Microsoft calls Chrome 'so 2008' as part of the ongoing browser war

Microsoft Edge Update Dev New
Microsoft Edge Update Dev New (Image credit: Daniel Rubino / Windows Central)

What you need to know

  • Microsoft Edge now shows a new set of prompts when users attempt to download Google Chrome.
  • The prompts try to dissuade people from switching browsers by saying things like, "That browser is so 2008! Do you know what's new? Microsoft Edge."
  • These messages have been spotted on Edge on Windows 11 and Windows 10.

Microsoft Edge has a new set of prompts built to convince people to not download Google Chrome. These messages have been spotted in the browser on both Windows 11 and Windows 10 (via Neowin). This isn't the first tactic that Microsoft has used to attempt to keep people on Edge, though these messages are a bit different.

There are three prompts that can appear when attempting to download Chrome:

  • "Microsoft Edge runs on the same technology as Chrome, with the added trust of Microsoft."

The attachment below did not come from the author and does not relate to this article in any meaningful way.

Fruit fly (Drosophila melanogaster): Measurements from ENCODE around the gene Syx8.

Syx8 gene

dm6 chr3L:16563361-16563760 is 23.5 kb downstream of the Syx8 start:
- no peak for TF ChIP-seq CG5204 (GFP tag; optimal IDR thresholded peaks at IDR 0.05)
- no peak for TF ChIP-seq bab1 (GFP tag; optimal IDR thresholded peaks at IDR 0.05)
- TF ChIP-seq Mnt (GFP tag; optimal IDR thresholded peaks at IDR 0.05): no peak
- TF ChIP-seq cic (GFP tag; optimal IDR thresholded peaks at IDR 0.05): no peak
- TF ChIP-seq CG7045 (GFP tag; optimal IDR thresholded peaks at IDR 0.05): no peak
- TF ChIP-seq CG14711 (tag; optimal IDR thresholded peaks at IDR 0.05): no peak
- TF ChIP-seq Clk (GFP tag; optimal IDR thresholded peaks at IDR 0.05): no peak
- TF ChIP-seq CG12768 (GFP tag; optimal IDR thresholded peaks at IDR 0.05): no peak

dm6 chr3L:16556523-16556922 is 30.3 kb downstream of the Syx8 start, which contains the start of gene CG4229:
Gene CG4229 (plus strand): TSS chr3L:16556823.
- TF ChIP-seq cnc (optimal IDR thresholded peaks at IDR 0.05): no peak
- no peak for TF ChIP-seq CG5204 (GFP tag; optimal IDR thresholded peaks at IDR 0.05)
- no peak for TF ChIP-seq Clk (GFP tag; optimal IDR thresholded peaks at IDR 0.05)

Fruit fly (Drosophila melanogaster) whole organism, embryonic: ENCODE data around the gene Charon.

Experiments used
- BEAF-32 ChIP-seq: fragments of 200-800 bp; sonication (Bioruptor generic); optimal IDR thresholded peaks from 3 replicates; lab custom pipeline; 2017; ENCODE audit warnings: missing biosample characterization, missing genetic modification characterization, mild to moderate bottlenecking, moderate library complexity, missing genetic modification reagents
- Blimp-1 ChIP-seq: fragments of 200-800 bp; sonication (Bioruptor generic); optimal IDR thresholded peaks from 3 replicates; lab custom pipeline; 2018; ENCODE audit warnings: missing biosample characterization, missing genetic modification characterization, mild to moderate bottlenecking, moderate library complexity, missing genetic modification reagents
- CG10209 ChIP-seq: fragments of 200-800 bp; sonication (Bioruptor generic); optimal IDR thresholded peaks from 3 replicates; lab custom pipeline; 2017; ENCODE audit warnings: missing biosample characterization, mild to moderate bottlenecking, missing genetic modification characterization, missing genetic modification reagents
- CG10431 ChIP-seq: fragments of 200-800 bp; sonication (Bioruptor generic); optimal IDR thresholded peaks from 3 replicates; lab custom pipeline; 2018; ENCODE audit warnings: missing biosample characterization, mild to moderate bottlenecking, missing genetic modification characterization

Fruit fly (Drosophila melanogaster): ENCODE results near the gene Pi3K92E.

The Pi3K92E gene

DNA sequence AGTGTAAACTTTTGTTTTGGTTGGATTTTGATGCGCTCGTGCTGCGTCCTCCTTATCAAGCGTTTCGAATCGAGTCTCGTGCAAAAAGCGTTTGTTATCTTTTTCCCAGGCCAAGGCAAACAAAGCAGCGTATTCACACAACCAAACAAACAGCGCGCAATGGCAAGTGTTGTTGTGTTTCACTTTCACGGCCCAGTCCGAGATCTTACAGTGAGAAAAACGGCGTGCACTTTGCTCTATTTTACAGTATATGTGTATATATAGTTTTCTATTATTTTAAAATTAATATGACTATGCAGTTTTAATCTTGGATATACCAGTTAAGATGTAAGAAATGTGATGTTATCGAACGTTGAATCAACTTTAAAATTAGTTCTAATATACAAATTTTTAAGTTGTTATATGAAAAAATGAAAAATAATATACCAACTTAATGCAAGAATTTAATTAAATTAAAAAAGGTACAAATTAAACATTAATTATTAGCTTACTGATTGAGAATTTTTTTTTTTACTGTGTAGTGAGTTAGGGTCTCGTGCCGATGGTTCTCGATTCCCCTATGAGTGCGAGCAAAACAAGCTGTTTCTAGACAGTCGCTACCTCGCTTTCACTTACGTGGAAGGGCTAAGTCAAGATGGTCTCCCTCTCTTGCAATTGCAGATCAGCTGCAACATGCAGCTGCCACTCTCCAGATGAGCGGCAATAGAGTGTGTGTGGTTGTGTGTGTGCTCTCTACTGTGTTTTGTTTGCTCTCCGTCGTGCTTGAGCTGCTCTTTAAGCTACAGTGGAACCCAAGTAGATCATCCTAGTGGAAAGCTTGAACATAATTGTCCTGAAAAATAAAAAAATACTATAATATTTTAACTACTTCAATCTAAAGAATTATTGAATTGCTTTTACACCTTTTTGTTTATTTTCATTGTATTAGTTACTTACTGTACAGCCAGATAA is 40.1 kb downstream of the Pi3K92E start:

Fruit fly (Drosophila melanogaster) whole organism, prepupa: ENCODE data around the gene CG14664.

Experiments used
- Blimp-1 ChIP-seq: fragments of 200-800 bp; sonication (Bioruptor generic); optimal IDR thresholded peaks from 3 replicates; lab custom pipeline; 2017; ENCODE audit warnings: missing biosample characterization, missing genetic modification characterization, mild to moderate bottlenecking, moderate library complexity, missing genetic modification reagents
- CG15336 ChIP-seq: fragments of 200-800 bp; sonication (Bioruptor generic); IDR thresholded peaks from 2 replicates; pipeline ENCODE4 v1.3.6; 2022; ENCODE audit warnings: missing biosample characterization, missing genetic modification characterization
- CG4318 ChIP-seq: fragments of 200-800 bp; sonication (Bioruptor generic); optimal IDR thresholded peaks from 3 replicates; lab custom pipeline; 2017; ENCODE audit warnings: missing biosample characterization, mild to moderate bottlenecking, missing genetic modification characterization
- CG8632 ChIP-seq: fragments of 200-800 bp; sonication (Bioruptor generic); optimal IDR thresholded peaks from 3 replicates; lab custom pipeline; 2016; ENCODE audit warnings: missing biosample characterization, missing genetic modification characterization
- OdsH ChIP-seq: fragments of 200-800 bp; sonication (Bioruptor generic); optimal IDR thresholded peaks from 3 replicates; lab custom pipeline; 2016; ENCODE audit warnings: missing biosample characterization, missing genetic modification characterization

• "That browser is so 2008! Do you know what's new? Microsoft Edge."
  • "'I hate saving money,' said no one ever. Microsoft Edge is the best browser for online shopping."

Source: Windows Central (Image credit: Source: Windows Central)

The final message may prove controversial, as Microsoft recently started testing out buy now, pay later functionality in Edge.

The prompts are rendered natively in Edge, making them different from messages you'd see from other websites. We've spotted the messages on Windows 11, but they don't seem to appear on all Windows 10 systems. There are reports of the prompts showing up on Windows 10, however.

Google uses a similar strategy when people navigate to its services within Edge. Opening Gmail, Google Search, and other Google services within Edge will show a prompt to try Google Chrome.

It's likely that both Google and Microsoft will continue to attempt to convert people to Chrome and Edge, respectively.

Sean Endicott
News Writer and apps editor

Sean Endicott brings nearly a decade of experience covering Microsoft and Windows news to Windows Central. He joined our team in 2017 as an app reviewer and now heads up our day-to-day news coverage. If you have a news tip or an app to review, hit him up at